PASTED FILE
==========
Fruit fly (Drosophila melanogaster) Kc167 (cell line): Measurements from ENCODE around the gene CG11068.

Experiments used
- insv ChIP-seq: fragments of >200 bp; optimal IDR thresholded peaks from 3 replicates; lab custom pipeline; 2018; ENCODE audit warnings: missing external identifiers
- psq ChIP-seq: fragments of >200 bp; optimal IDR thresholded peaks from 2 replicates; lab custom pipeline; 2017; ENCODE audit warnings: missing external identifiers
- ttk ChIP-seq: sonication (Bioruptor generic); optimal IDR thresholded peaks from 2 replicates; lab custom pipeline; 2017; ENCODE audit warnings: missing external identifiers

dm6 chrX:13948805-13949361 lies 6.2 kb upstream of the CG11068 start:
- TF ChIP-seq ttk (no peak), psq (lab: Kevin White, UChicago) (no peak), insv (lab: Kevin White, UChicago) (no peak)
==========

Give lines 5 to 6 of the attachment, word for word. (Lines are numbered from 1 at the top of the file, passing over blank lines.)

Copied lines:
- ttk ChIP-seq: sonication (Bioruptor generic); optimal IDR thresholded peaks from 2 replicates; lab custom pipeline; 2017; ENCODE audit warnings: missing external identifiers

dm6 chrX:13948805-13949361 lies 6.2 kb upstream of the CG11068 start: